Our Locations       Request An Appointment 281-649-7215

Proudly Serving the Greater Houston Area

Request An Appointment

Hearing loss is one of the biggest health concerns in the U.S. It is the third most commonly reported physical condition, following arthritis and heart disease. It affects roughly 20 percent of the American population and people of all ages.

What Are the Symptoms of Hearing Loss?

Hearing loss dementia

Any of the following may indicate hearing loss:

  • Asking people to repeat what they have said
  • Feeling like others mumble when they speak
  • Difficulty following conversations in background noise
  • Turning up the volume on the television or radio
  • Avoiding social gatherings in noisy places

Hearing loss is a progressive condition that worsens over time. Symptoms often appear so gradually that you may not even notice them. Often, family and friends may be the first to notice hearing difficulty. Early intervention is more successful than delayed treatment. If you think you may have hearing loss, call to schedule an appointment with one of our hearing professionals.

How Is Hearing Loss Diagnosed?

In order to diagnose hearing loss, your doctor will review your medical history, discuss your symptoms, and give you a physical examination followed by a hearing evaluation consisting of a series of audiological tests.

What Are the Types of Hearing Loss?

The most common causes of hearing loss are noise exposure and aging. Treatment will depend on your type and degree of hearing loss. Conductive hearing loss occurs when there are problems in the outer ear, ear canal, eardrum or middle ear. It can be caused by any of the following:

  • Ear infection
  • Fluid in the ears
  • Malformation or abnormalities of the outer or middle ear
  • Impacted earwax
  • Foreign object in the ear
  • Allergies
  • Perforated eardrum
  • Otosclerosis
  • Benign tumors

Conductive hearing loss may be improved with surgery, medications, or treated with hearing devices.

Sensorineural hearing loss involves a problem with the inner ear, and is frequently referred to as “nerve deafness.” It may be caused by any of these:

  • Noise exposure
  • Head trauma
  • Aging (presbycusis)
  • Viral disease
  • Autoimmune ear disease
  • Meniere’s disease
  • Malformation or abnormality of the inner ear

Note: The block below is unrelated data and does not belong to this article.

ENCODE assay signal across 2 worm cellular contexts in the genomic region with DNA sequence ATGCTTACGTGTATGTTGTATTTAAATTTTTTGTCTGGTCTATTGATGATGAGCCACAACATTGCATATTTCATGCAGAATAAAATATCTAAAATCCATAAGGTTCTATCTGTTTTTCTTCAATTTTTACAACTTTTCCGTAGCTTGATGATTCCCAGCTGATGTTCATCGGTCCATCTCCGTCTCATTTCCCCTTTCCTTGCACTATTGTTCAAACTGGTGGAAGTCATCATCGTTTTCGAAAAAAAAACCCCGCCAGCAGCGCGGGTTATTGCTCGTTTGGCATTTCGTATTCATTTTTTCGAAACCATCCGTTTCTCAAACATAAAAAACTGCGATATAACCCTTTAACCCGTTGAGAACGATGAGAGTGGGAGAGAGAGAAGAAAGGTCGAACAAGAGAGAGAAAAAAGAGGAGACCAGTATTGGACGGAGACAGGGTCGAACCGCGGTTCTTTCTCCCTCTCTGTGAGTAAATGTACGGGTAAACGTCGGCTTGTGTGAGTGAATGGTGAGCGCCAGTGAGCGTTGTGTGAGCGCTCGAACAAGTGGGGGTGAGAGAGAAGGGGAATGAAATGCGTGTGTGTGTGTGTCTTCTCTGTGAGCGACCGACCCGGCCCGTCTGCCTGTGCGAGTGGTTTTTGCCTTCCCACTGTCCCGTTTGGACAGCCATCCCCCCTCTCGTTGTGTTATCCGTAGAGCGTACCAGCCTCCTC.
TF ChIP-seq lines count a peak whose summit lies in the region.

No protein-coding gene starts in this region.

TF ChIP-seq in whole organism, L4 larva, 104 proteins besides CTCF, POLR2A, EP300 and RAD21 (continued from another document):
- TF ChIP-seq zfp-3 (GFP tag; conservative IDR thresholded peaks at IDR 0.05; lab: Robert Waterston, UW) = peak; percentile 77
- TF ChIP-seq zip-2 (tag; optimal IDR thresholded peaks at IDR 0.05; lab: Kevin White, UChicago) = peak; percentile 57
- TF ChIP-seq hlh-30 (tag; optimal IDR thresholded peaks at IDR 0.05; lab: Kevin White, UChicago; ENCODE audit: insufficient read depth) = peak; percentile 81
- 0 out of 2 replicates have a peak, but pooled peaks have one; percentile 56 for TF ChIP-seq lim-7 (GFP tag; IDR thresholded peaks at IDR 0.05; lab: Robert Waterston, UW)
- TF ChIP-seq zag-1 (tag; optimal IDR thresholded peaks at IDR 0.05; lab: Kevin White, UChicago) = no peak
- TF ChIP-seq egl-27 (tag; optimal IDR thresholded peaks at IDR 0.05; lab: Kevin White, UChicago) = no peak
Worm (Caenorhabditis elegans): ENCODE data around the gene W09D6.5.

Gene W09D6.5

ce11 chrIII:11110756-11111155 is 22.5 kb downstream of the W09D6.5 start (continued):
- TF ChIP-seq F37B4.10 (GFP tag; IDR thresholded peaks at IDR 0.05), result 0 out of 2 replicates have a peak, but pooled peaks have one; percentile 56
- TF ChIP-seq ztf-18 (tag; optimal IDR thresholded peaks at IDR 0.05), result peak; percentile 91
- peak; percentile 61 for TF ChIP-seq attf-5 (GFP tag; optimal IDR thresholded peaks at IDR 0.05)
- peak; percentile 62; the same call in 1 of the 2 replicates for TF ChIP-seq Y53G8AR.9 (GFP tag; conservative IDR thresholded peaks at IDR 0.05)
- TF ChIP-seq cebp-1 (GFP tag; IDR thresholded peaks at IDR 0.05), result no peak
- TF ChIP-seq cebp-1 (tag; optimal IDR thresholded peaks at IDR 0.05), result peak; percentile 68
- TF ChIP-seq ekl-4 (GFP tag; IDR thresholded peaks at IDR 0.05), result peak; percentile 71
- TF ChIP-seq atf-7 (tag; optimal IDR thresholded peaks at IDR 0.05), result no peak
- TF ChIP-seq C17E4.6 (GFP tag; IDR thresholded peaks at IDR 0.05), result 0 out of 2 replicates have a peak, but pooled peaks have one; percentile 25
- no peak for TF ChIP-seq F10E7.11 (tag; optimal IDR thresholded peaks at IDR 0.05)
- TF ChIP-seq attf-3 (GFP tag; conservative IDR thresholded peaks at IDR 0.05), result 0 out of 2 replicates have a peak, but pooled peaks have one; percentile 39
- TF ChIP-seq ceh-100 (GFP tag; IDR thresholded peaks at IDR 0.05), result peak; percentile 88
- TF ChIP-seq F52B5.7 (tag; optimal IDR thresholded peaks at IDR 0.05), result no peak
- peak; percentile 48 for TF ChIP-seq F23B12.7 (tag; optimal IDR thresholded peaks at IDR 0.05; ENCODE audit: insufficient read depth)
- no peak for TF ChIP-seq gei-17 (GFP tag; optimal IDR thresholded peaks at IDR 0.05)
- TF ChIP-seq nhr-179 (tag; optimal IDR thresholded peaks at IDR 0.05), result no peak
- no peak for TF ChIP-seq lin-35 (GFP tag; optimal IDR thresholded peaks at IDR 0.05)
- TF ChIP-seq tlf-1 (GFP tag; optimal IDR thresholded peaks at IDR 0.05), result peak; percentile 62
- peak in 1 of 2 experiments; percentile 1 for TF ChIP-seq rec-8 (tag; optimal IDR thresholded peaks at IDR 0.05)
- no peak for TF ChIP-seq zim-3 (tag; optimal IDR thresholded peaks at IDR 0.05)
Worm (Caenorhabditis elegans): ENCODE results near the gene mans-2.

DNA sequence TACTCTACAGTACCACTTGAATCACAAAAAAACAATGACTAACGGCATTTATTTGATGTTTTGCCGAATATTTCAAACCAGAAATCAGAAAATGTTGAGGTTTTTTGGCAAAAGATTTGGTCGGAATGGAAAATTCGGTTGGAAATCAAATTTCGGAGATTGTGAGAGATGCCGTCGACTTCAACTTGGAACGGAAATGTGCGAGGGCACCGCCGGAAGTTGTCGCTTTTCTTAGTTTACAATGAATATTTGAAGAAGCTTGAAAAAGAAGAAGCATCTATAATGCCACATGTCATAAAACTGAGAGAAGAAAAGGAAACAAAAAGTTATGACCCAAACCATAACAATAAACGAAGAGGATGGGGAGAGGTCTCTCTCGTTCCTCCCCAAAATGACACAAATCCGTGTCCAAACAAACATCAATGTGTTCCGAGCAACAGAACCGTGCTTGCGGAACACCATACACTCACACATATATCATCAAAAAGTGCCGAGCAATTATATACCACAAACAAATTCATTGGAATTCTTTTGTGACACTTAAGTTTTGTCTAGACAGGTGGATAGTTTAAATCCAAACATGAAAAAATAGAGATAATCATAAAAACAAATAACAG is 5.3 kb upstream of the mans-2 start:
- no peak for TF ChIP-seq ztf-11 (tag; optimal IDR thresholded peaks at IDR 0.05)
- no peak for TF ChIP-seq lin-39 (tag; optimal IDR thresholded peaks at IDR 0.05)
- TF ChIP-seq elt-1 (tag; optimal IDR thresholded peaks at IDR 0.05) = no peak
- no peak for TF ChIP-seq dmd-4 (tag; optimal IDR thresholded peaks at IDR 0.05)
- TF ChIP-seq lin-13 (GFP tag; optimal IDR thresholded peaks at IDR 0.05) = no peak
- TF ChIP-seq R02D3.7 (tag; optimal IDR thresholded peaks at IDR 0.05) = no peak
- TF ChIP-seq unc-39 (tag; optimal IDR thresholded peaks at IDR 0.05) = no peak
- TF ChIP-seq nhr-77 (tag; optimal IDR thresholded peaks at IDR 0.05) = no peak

• Otosclerosis
  • Tumors

Sensorineural hearing loss can sometimes be treated with medications (corticosteroids) or surgery. More likely, hearing aids will be required.

Mixed hearing loss is a combination of both types. Treatment might involve a combination of medication, surgery and/or hearing aids.

Unilateral hearing loss (sometimes referred to as single-sided deafness) affects one ear only, while bilateral hearing loss affects both ears.

Noise-Induced Hearing Loss

Noise-induced hearing loss can be caused by exposure to a single loud sound, such as a gunshot or explosion, or by continuous exposure to loud noise over a period of time.

When sounds exceed 85 decibels (dB) they are considered hazardous to your hearing health. Continuous exposure to high volume levels may cause permanent damage to the hair cells in your ears.

Activities that put people at risk for noise-induced hearing loss include hunting, riding a motorcycle, listening to music at high volumes, playing in a band and attending rock concerts. An estimated 15 percent of Americans aged 20 to 69 have hearing loss that may have been caused by noise exposure. This type of hearing loss can be prevented by wearing earplugs and protective devices.

Hearing Loss Prevention

Protecting your ears is the key to hearing loss prevention. If your job exposes you to hazardous noises, make sure proper safety equipment is provided, and that it meets state and federal regulations. Hearing protection – earplugs and earmuffs – is essential when working around loud equipment. It’s always a good idea to bring along earplugs if you’re participating in a noisy recreational activity (e.g., a football game or rock concert), as well.

At home, limit your exposure to noisy activities, and keep the volume down – on the television, stereo and especially when it comes to personal listening devices. Prevent other types of hearing loss by refraining from inserting cotton swabs or other objects into your ears, blowing your nose gently through both nostrils and quitting smoking. Studies show those who use tobacco are more likely to suffer from hearing loss.

Regardless of your age, have your hearing tested regularly. Early detection is key. While noise-related hearing loss cannot be reversed, you can still take steps to avoid further damage to your hearing.

Call Houston Hearing Center at 281-649-7215 for more information or to schedule an appointment.